The children were seen elsewhere last year but no one offered a dental age.  Today I learned that according to their teeth development they are seven years old.  It is hard to describe how horrible that feels, because when they came, two years, three months, and one day ago, they looked like babies.  Here is a picture of when we first saw them at the institution.  I took the picture and wrote their names on the palm of my hand because I knew we wouldn't get records that would identify them… I at least wanted to know their correct names, or their names on record.

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Many thoughts go through my mind at once.  The most repetitive is, "where was Ganga for the first five years of her life?  How can a child so social, so engaging, so curious, so aware of everything around her, so dependent on me — how could she have arrived with no motion, no expression, no relatedness, just passively being moved, changed, fed — a rag doll that could be left in any position, arms that just hung, hands that did not close.  Where was she for those five years?  How could no one have noticed, for if they had she would have come with some of the vitality she has now? 

Ganga had her eyes, the eyes that begged me to take her upstairs to the classroom, the eyes that watched the Bengali movie Damu, about a father who was able to get an elephant for his daughter.  So I wonder about her past.  Did she spend all those years in a hospital?  Was she hidden away in a room with a TV?  Did she have people she loved, grew attached to, lost?  Was she loved at all?  When we meet old people, especially when they are dressed in white cloth, she tries to talk to them, as if to take up where life left off.    She looks to them with a sense of familiarity and with expectation that they will know her.  Saraswati_4745 

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Bornali's ears are pierced so she had to have had a family at one time, a family that abandoned her.  A child with no mobility cannot run away, or get lost somewhere in a train station or on a road.  She had to have been left, given up — ties broken.  Someone had to have said, "We don't want you."  Bornali showed no emotion for a long time.  She bit anyone who came near — not aggressively really.  She was like a little alligator squirming on her belly, mouth open, ready to clamp onto any flesh she came near.  I had a separate crib built for her because we couldn't leave her near the others.  Bornali didn't laugh and she didn't cry.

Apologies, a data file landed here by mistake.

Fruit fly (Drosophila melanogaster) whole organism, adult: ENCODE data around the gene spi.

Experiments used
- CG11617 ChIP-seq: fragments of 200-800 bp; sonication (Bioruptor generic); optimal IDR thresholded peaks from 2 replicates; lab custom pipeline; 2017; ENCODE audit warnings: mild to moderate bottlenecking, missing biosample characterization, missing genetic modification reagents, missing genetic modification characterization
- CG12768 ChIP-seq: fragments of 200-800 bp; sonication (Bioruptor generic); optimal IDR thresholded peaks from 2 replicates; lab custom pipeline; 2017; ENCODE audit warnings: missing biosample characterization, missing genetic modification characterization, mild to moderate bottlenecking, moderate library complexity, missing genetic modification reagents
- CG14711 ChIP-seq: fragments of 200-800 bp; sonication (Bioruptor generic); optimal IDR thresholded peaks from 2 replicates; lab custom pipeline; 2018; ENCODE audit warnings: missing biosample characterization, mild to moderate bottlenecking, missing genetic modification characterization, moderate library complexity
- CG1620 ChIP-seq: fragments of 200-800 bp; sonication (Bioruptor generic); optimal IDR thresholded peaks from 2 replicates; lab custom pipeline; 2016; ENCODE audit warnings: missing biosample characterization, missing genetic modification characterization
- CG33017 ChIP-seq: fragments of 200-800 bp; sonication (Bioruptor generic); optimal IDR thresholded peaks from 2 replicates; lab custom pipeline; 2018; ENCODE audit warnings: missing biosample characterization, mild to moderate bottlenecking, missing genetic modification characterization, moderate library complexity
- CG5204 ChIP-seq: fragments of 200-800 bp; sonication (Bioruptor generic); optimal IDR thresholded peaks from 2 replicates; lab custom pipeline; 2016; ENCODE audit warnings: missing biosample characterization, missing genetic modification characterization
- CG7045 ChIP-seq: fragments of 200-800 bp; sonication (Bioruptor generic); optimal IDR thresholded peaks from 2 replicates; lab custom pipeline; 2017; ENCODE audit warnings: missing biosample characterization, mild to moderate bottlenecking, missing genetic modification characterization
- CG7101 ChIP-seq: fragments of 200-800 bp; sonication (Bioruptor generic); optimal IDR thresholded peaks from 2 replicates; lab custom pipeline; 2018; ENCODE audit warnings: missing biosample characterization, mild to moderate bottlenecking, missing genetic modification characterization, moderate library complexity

My first goal with Bornali was to stop the biting, which I did by offering my arm, and really yelling when she started to bite.  She either had to learn not to bite or she was doomed to a life of isolation.  She learned; I took apart the crib.  She has blossomed into the child in the pictures in my last post.   She is a sweet little girl, but on the shy side.  She is smart, and learns quickly.    She is exceedingly vulnerable to loss and separation.  She has her favorite care-giver, and especially her favorite Didis.  And of course, I am mummy to all of them.  How should she be seven?  How could she have been five when she came?  Who did this to her?Bono_0147w

 

Rani of course we know about as we found her mother.  She too has changed incredibly, now being present among us.    She has left her isolation.  We welcome her.  In her case there was no way her family could have kept her, and no facilities that would have taken her.  So she was left somewhere, to be taken by police to Sukanya home, where we found her and brought her to us.  For a long time she required one full time caregiver just to manage her.  She is funny and silly.  She has incredible rhythm sense and she and I tap surfaces together or she takes my hands in hers and claps them together.  When she came she only spun around in circles.  The girls love her and one of the older girls taught her to stand.  Now she stands on her own.  Her mother has peace of mind.  This is nice for all of us.

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Sonali is our youngest and the only one with medical records.  She is visually impaired and microcephalic — but we really don't know yet what is ahead for her.  She has had severe seizures.  Her latest effort is to put food right up against her left eye and then taste it with her tongue.  She is trying to coordinate visual and taste.  She has also begun to seek more social contact.  Much of the time she was in her own (seemingly delightful) world, climbing and swinging on anything her hands could find.  One of our teachers is determined that she will be a gymnast.

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This is not just about India, for children all over the world are abandoned, particularly children with disabilities.  My mind goes to cold hearts, to people who only love those whose protoplasm is formed according to certain social conventions.